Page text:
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Deus Ex 3: Jean-François Dugas Interview

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Deus Ex 3: Jean-François Dugas Interview

Interview - posted by VentilatorOfDoom on Mon 13 September 2010, 16:34:48

Tags: Deus Ex: Human Revolution; Eidos Montreal

Rock, Paper, Shotgun - a site dedicated to PC Gaming since 1873 - got in touch with Deus Ex: Human Revolution lead designer Jean-François Dugas pestering him with questions, hardly being able to prevent to explode in a ticker-tape parade of giddiness.

RPS: Going back to what you were saying about core values, it struck me playing DX again recently, as well as System Shock and Thief, that all those games basically leave you feeling pretty vulnerable. You have to run away from multiple adversaries, have to hide, and so on. Will Human Revolution have a similar sense of threat to your character?
Dugas: At the beginning you don’t have much augmentation, so you aren’t that strong. But as you progress and explore some of the areas off the critical path, then you will start to beef up your character. You will not be invincible at all, at any stage, but at the end of the game you will probably be more like Robocop than a human being!
Right now we are balancing the game, I was playing with the new tweaks this week, and if there are more than two or three enemies on screen you will go down fast, especially if you don’t pay attention to your surroundings. We’re aiming to make the frontal assault approach a possibility, like any other means in the game, such as hacking or whatnot, but the frontal approach will require some thinking. If you want to play it as Serious Sam you might not find this to be the game you are looking for!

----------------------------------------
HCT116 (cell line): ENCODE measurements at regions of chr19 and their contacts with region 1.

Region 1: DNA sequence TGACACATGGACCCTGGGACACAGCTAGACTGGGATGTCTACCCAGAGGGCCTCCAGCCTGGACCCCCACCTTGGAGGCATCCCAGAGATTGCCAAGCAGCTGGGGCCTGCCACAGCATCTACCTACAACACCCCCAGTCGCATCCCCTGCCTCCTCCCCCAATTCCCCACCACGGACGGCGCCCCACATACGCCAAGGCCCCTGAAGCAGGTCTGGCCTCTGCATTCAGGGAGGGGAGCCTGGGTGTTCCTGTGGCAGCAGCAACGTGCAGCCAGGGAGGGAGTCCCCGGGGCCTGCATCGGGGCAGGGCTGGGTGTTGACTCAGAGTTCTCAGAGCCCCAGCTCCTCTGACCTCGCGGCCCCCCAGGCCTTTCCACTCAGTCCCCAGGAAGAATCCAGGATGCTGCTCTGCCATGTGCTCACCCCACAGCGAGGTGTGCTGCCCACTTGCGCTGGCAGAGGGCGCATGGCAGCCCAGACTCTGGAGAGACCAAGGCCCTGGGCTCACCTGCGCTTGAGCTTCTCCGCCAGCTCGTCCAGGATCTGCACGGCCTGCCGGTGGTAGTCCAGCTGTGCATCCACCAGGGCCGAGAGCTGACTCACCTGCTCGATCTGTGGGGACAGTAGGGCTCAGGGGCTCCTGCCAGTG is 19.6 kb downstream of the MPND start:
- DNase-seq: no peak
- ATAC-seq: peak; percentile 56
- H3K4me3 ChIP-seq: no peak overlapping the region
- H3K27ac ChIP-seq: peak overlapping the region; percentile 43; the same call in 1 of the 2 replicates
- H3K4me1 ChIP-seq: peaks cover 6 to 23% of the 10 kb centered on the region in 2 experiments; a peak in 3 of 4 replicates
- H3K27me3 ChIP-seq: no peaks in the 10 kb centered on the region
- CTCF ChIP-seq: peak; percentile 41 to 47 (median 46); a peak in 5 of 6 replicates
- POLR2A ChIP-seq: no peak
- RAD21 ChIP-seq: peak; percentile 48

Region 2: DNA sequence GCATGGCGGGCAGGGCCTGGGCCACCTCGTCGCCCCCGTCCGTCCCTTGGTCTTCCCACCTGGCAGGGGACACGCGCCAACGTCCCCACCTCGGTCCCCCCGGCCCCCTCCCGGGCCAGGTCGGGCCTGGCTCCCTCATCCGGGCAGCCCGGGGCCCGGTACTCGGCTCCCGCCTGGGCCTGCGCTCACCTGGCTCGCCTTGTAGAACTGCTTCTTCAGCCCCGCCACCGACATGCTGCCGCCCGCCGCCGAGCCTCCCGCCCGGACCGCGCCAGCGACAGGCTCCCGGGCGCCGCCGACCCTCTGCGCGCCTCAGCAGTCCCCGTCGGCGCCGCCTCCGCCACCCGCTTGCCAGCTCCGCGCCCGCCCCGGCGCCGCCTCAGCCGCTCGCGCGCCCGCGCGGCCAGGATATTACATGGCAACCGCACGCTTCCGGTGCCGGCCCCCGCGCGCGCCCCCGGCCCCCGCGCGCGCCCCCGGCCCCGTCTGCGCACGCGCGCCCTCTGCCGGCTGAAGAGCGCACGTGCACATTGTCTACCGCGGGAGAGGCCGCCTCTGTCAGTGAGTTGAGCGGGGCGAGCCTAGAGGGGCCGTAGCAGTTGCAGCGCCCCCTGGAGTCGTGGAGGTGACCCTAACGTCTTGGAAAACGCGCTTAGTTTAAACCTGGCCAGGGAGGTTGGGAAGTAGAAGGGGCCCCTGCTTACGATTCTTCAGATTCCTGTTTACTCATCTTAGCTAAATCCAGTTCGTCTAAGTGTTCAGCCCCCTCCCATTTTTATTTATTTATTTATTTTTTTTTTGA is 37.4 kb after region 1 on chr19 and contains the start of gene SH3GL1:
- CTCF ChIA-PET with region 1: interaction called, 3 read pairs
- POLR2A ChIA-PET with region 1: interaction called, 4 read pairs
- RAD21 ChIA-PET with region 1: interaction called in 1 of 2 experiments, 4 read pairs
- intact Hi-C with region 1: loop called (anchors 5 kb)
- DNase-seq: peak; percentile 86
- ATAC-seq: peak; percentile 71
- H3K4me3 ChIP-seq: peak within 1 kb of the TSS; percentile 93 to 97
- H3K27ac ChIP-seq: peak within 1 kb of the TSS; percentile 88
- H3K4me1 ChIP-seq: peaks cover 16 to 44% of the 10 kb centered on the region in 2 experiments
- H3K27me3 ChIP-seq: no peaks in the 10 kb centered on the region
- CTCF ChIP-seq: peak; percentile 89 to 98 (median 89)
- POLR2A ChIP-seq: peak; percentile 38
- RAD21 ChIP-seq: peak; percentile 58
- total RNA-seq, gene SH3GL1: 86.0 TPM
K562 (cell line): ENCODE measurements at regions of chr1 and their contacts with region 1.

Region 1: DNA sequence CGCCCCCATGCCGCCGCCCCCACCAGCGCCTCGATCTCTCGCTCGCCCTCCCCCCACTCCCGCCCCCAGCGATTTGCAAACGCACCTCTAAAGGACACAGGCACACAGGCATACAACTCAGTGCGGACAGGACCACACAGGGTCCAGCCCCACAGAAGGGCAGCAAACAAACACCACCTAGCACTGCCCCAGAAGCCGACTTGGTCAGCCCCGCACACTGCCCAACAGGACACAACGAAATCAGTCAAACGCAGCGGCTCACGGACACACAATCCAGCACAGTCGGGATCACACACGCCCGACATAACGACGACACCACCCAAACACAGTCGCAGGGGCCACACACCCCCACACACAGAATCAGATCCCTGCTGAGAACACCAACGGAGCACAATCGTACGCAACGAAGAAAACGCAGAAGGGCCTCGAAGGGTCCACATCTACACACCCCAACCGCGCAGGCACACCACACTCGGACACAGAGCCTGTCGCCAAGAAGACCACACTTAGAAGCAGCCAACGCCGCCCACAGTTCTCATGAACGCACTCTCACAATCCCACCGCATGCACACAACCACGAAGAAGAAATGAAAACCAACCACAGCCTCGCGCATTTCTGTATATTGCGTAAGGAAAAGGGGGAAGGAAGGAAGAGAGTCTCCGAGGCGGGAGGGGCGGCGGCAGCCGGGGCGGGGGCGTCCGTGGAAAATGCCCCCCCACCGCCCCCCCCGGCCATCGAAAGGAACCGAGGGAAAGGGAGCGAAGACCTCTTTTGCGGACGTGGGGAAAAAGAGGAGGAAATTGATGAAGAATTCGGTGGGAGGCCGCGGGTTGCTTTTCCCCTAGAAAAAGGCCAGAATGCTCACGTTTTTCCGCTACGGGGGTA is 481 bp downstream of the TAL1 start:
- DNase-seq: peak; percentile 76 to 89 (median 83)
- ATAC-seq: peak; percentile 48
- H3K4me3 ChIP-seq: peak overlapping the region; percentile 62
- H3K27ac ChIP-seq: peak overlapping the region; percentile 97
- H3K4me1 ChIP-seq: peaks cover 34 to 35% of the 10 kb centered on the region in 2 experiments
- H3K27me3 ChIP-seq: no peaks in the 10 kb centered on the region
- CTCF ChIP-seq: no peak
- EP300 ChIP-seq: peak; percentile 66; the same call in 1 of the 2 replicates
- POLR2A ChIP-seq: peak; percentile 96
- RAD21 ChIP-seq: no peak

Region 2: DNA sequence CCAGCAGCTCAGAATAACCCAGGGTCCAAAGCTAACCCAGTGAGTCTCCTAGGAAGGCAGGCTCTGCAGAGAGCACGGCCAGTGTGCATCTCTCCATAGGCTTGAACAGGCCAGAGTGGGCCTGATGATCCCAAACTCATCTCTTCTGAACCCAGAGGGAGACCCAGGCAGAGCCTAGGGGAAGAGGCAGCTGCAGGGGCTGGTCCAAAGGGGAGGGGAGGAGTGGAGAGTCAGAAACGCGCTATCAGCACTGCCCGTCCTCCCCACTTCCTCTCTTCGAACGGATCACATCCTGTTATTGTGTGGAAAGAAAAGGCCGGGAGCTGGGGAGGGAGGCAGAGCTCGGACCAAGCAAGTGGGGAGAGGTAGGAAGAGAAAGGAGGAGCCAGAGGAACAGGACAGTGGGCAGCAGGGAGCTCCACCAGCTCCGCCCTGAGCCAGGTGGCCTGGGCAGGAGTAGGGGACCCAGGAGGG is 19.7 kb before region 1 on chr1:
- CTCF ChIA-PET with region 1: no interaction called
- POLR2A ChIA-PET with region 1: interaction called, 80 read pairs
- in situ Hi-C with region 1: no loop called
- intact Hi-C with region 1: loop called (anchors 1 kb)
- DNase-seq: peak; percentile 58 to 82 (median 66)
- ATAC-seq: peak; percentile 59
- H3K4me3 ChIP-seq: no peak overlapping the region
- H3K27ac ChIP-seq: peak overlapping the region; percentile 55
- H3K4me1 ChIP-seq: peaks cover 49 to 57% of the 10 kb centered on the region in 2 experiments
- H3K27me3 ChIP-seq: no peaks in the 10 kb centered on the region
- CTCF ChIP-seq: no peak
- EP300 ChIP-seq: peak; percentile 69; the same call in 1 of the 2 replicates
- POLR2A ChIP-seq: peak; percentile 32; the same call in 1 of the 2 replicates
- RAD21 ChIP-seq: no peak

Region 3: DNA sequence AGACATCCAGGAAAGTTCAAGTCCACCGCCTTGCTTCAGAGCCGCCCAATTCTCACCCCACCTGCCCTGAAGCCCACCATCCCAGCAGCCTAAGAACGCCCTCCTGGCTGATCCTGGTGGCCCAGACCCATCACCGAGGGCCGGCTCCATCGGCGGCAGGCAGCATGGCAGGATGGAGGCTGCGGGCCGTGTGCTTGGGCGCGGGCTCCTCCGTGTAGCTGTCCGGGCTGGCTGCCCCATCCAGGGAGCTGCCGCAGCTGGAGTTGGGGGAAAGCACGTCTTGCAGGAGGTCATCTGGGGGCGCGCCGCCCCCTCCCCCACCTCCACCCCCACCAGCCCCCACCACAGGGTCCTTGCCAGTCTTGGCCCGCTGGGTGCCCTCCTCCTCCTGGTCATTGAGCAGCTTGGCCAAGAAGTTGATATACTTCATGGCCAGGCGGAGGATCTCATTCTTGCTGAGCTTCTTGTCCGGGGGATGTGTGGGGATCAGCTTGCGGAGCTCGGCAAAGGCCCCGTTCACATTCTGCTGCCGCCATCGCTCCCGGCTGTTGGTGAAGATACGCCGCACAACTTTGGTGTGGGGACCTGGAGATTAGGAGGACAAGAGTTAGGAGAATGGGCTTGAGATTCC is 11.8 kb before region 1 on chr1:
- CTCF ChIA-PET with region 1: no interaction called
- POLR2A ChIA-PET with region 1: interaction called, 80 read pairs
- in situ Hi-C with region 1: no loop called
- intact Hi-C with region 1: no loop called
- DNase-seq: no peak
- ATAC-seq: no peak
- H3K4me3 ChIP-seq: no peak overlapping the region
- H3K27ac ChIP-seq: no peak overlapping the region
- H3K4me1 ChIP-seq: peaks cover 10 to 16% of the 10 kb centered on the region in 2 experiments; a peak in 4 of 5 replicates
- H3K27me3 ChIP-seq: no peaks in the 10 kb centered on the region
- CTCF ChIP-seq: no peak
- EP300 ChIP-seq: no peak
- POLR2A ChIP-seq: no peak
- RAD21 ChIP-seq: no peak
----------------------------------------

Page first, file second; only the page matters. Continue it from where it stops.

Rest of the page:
On stealth gameplay:

RPS: Can you talk about the stealth mechanism? Hiding in shadows? Line of sight?
Dugas: It is really not very complicated, it’s quite a simple system in that you refer to the cover around you, but what you are trying to do is break line of sight and manage the amount of noise you produce. And why we decided to go that way – since we knew that our game would not be built with light and shadows, we would have some brighter, lit environments, basing it on shadows would have been even more complicated. Going with breaking the line of sight and sound produced means you could play stealth in a well lit area. It was about making that stealth work for the player without breaking either the game or the visuals we wanted to produce.
For the cover system, well, I don’t know if you played Rainbow Six: Vegas, but it is similar: there is no automatic cover, if you don’t hold the button then you are not going into cover, release it and you go out from cover. It’s very simple, very natural, and it gives you a good sense of what is going on in the environment to help you plan your next move. Of course if you wanted to just stay in first-person you can do that. There’s no mechanic tied to the cover, especially for stealth, it is not tied to the cover mechanism.
this newsitem is a courtesy of <span class="postbody">Nowanmai </span>

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